Pundits remind us every day that there are millions of homeowners who are underwater with their mortgages, and that banks are still holding millions of foreclosed properties (REO) on their balance sheets; thus the "shadow inventory" of properties that could get dumped on the market is huge, and prices could suffer another collapse. So it's no wonder that mortgage rates are extremely low—it's because there is a relative shortage of people willing to borrow to buy homes, even though homes are more affordable now then ever before.
The stock market is studiously ignoring today's extremely strong level of corporate profits, focusing instead on how much profits are likely to decline, which is why PE ratios are below average.
Meanwhile, the U.S. government continues to run trillion-dollar deficits, while the unfunded obligations of social security and medicare are staggeringly large. It's dismaying that there don't seem to be any politicians—with the exception of that right-wing whacko Paul Ryan—willing or able to tackle this challenge. And of course, the "fiscal cliff" looms at year end.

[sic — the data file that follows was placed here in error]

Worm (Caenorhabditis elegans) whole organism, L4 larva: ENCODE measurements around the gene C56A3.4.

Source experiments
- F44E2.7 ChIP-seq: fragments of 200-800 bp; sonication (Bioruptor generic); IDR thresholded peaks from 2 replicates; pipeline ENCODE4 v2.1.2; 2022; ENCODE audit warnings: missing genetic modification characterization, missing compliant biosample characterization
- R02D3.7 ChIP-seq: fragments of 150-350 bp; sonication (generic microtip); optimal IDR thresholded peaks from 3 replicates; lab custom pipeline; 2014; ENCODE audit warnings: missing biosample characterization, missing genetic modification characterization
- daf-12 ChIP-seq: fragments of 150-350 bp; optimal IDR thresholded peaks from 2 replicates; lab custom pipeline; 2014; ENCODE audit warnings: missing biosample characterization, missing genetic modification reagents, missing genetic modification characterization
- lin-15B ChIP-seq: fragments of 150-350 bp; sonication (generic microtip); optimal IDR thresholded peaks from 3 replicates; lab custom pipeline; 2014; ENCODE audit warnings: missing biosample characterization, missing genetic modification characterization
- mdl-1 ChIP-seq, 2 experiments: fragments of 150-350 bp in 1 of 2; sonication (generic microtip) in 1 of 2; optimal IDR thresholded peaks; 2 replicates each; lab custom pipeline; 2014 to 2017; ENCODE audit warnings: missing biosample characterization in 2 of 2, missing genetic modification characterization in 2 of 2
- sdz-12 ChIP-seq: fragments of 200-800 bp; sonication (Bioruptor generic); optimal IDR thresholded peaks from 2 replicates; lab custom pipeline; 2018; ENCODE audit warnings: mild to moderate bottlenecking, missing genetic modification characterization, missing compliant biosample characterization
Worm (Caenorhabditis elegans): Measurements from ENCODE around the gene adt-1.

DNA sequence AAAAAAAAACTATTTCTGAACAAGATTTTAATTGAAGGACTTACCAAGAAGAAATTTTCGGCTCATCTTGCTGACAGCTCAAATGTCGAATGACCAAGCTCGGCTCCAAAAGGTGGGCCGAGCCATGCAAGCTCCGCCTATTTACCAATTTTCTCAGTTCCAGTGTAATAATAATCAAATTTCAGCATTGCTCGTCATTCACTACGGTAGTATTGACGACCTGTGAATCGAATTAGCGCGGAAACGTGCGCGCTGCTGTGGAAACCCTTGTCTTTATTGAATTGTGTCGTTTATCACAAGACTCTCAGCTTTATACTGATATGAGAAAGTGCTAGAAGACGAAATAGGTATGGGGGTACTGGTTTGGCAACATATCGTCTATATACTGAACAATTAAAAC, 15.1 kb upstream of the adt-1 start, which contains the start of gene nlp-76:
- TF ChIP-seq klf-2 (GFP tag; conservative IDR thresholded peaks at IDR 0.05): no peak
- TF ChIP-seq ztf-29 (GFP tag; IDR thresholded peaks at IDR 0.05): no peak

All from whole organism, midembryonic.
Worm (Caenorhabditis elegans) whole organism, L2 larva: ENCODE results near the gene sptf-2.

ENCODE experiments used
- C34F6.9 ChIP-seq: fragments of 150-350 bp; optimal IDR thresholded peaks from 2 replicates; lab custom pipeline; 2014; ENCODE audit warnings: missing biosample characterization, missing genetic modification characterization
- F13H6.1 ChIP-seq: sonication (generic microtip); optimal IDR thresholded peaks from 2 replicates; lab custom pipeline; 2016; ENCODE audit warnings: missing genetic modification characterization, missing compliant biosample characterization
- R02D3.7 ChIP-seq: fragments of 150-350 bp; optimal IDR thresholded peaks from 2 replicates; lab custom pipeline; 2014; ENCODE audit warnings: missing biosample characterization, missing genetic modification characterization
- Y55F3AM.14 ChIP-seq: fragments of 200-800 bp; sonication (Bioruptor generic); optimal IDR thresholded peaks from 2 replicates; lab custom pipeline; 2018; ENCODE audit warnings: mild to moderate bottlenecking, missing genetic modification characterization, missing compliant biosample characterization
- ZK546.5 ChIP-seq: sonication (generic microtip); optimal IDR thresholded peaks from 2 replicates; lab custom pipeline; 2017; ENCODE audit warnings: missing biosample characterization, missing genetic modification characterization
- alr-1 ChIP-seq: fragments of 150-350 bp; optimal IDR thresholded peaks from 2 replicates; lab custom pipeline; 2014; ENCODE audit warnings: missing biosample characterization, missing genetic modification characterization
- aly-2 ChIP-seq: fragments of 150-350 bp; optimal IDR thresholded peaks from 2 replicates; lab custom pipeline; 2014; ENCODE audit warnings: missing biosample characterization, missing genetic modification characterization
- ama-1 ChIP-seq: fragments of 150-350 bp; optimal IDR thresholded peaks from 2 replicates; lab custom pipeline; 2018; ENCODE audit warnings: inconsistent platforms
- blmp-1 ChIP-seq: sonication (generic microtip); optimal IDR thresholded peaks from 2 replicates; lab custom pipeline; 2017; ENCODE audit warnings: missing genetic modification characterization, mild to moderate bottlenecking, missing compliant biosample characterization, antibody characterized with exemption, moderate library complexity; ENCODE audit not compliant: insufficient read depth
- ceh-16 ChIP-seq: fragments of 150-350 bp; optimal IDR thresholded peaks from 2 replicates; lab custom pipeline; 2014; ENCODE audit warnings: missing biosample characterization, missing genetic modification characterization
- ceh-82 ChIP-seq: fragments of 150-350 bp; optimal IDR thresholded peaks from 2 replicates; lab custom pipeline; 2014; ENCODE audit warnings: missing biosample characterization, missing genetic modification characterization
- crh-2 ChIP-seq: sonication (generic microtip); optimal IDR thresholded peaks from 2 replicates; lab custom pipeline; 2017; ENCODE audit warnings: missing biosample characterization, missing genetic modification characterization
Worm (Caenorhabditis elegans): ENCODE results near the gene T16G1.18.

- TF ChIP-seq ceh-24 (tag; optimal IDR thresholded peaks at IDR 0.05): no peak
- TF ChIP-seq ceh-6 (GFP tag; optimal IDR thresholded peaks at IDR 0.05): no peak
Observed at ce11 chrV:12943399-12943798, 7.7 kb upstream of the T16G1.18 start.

In short, if you don't know that the world is beset with problems and threats of mega proportions, then you just haven't been paying attention. And if you have been paying attention, you're extremely worried about all the things that could wrong, and it's a good bet that your portfolio is extremely conservative. The charts above tell the story: for the past three years, investors have been pulling money out of equity funds and stuffing it into the relatively safety of bond funds, despite the ongoing rise in equity prices. Markets everywhere are depressed because of all the concerns over all the things that might go wrong. Forecasts for future growth range from a depression to, at best, 2.5-3% real growth. Contrarians take note: no one is forecasting growth in excess of 3-4%.